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SOURCE: JOYDEEP GHOSH/ FOR MY TAKE / IDRW.ORG

Ghulam Rasool Galwan, a Ladakhi explorer from Leh, was the first to explore the course of the river. In 1892.He was part of a British expedition team that was exploring the areas to the north of the Chang Chenmo valley, when they ran into this previously unknown river valley, which was later named after him. This is one of the rare instances where a major geographical feature is named after a native explorer.

As it happened that on a mission with Dunmore Murray, 7th Earl of Dunmore, he was part of a group that hit a wall of tall mountains and steep gorges with no possible way out. The 14-year-old boy, Ghulam Rasool Galwan instead went ahead to search for a possible route out. To everyone’s surprise, he found a relatively easier passage through the ravines that helped the expedition to go ahead without much difficulty. Impressed, Dunmore Murray decided to name the newfound passage through the edge of water naming it as Galwan nullah or river.

Named after Ghulam Rasool Galwan, the 80 kilometers-long Galwan river, which flows through the Galwan valley, in the eastern part of Ladakh is the flashpoint of a five-week border row which has turned into a violent confrontation, the first in last 45 years. The river originates from the Aksai Chin region, joins the Shyok River inside Indian territory west of LAC to form an upstream tributary of Indus River. On Monday the night of 15th June, 2020 a violent escalation took place between the Indian Army and China’s People’s Liberation Army Border Defense Regiment (PLA-BDR) that resulted in death of 20 Indian Army personnel in the Galwan Valley.

Ghulam Rasool Galwan, either led or was part of numerous expeditions into Tibet, Yarkand in Xinjiang, the Karakoram range, the Pamirs and other Central Asian regions — mostly through inhospitable geographies with altitudes ranging from 5,000 m to 7,000 m above sea level where temperatures plunged to -30 degree Celsius in winter.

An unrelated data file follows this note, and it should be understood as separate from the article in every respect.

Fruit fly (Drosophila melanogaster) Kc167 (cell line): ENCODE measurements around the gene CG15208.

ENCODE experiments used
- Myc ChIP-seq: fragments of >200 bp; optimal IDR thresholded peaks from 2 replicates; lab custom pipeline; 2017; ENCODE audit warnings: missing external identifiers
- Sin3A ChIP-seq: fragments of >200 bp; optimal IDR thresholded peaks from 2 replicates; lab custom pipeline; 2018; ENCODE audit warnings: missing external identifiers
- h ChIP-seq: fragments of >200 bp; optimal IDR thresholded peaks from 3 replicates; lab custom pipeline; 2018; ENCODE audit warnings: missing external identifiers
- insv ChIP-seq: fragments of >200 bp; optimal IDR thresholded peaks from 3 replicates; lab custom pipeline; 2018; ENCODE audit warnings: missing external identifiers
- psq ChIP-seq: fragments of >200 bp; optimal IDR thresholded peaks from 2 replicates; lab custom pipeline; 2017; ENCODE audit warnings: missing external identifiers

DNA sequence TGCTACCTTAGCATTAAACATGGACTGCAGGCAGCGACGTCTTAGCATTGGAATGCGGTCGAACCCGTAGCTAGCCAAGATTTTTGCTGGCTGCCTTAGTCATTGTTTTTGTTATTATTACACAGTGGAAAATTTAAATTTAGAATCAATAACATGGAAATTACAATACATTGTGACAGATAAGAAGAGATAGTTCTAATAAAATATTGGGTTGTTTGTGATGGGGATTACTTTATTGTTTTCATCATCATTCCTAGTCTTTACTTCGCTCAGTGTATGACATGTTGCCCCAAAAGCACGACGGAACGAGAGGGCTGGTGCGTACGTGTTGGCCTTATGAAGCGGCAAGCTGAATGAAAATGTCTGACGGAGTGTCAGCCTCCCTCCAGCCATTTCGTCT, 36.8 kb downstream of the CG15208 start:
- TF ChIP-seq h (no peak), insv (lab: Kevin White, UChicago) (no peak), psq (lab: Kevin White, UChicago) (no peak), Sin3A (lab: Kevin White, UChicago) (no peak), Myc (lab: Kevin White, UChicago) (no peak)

According to the book Forsaking Paradise: Stories from Ladakh, Ghulam Rasool Galwan assisted Francis Younghusband to scout the regionas a guide when he came to Leh in 1895.At that time when British-ruled India was worried about Russian expansion towards Tibet.He wrote a book, an autobiography titled Servant of Sahibs: A Book To Be Read Aloud’,published in 1923 by Cambridgebased W Heffer & Sons Ltd, where he is said to have written about his life of journeying and adventures The foreword of this book is written by Francis Younghusband, a British explorer and leading figure in The Great Game between the British and Russia. In this book, he offers a glimpse into his early childhood of growing up in such a strategically important and sensitive region.

Galwan was forced to go on risky, long-distance expeditions when he was just 12, to supplement the meagre and inconsistent income of his family. Born in Leh, in 1878, he left home at the age of just 14 in search of work. He had a passion for finding new places and this passion made him a favourite guide of the British. Starting out as a porter and pony man, he assisted expeditions led by British, Italian, and American explorers for almost 35 years, eventually becoming ‘aksakal’ or chief assistant of British joint commissioner of Leh in 1917.

Ghulam Rasool Galwan, was not very well educated but was a keen learner and learned to speak many languages from Francis Young husband including Chinese, and English. Besides native Ladakhi, he also spoke Turki, Urdu, Kashmiri, and Tibetan. In 1899, he started trekking from Leh and reached many new areas around Ladakh.

Ghulam Rasool Galwan’s belonged to the Galawan tribe, which means horse-keeper in Kashmiri language. It is believed that Ghulam Rasool Galwan’s maternal grandfather was a robber named Kara Galwan, which in Kashmiri language means Karra  (black) and Galwan (robber) or black robber. Karra was the keeper of his clan, he only looted the houses of the rich and distributed the money among the poor. After some time,the Dogra king’s soldiers captured and be headed him. After this people of Galvan clan moved to Leh and Baltistan. Many Galavanis settled in Yarkand in Xinjiang province.Ghulam Rasool Galwan wrote a story about this as narrated by his mother in his book.He died aged 47, in 1925. The Chamspa Yortung Circular Road of Old Leh is home to Ghulam Rasool’s family. There is a ‘Galvan Guest House’ named after him. Currently, some members of his fourth-generation family live here.

 

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